Once struggling General Motors has posted a record profit of $9.7 billion in 2015.
That figure is significantly higher than the 2.8 billion income the automaker earned in2014, even though both years included financial setbacks associated with the ignition-switch defect. GM CEO Mary Barra stated:
“It was a strong year on many fronts, capped with record sales and earnings, and a substantial return of capital to our shareholders.”
The company achieved a full-year EBIT-adjusted profit of $11 billion and a margin of 10.3 percent in North America — a record on both counts — but lost money in Europe, although not as much as in 2014. The Chinese market continues to be a boon, bringing in a total of $2.1 billion in equity income.
The company plans to pay its eligible North America unionized hourly employees up to $11,000 in accordance to the profit-sharing agreement established during the 2008-2009 industry crisis. Barra added:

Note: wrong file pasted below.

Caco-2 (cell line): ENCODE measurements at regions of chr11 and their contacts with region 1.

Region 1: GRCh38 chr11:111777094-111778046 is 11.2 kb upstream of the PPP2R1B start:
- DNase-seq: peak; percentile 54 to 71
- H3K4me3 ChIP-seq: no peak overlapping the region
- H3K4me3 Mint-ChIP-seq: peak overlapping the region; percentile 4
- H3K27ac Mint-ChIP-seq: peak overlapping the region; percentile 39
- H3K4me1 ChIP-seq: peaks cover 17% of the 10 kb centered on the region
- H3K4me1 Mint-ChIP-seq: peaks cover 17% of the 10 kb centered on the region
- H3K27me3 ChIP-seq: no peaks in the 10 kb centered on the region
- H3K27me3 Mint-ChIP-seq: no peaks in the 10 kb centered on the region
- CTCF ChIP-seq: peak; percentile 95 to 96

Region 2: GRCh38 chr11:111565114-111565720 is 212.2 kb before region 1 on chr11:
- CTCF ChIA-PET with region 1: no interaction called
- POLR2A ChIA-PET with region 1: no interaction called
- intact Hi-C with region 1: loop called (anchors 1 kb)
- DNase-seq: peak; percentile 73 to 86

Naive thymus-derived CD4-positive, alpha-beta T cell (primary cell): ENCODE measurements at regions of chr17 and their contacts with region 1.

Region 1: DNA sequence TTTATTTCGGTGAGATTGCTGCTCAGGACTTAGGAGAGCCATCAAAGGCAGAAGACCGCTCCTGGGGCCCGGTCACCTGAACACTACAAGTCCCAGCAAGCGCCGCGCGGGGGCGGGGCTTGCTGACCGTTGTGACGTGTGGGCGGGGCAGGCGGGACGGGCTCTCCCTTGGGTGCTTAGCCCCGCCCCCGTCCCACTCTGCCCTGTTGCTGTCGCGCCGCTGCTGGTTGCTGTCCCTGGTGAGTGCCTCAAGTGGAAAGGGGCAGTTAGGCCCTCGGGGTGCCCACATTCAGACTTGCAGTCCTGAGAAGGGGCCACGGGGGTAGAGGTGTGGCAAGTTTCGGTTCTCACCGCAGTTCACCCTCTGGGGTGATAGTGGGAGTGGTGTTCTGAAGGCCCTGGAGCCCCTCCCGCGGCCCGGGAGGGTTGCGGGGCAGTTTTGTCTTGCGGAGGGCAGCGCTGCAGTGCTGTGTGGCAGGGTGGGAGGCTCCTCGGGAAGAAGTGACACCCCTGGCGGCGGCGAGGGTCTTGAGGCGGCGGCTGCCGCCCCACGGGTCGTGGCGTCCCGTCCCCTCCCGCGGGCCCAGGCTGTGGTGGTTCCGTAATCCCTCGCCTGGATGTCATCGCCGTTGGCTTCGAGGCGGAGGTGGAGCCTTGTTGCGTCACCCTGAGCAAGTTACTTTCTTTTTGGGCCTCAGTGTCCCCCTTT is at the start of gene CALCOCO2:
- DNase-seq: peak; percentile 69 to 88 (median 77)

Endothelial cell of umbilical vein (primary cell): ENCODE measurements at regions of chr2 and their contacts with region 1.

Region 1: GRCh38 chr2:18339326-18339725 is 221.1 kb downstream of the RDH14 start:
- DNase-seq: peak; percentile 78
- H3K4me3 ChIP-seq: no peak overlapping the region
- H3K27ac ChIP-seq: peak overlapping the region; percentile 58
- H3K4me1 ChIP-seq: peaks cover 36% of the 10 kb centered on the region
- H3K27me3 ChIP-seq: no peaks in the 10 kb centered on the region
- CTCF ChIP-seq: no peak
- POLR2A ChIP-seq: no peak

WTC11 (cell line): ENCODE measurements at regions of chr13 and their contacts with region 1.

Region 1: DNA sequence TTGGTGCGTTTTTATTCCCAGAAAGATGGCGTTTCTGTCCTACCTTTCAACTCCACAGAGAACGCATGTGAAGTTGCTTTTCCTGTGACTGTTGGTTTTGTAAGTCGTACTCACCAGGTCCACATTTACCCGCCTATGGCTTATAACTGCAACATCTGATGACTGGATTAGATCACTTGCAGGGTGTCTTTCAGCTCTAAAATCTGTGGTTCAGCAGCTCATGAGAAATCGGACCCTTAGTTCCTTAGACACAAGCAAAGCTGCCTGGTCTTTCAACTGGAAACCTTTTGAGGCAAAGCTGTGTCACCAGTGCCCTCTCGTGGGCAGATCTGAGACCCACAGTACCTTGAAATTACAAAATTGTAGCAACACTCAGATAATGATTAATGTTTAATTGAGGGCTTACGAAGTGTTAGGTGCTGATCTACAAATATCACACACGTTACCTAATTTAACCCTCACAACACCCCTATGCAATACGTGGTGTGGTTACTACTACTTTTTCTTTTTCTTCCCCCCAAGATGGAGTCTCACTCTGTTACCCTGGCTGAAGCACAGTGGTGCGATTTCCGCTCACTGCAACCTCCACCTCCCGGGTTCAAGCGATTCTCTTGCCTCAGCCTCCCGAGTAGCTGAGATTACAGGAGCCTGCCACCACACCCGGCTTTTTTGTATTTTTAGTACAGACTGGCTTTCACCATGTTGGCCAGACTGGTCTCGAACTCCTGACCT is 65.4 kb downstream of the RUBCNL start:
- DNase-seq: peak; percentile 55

“We believe the opportunities this will create in connectivity, autonomous, car-sharing and electrification will set the stage for driving value for our owners for years to come.”
Interestingly, GM’s cash flow and liquidity dropped. Q4 2015 cash flow was $2.2 billion compared to $3.8 billion in Q4 2014, while total automotive liquidity in 2015 was $20.3 billion compared to $25.2 billion prior.
Regardless, there is no doubt that GM is healthier than it has ever been in decades. With the new Chevrolet Volt and $30,000 Bolt EV now on the market, it will be interesting to see how much better it performs in the coming years.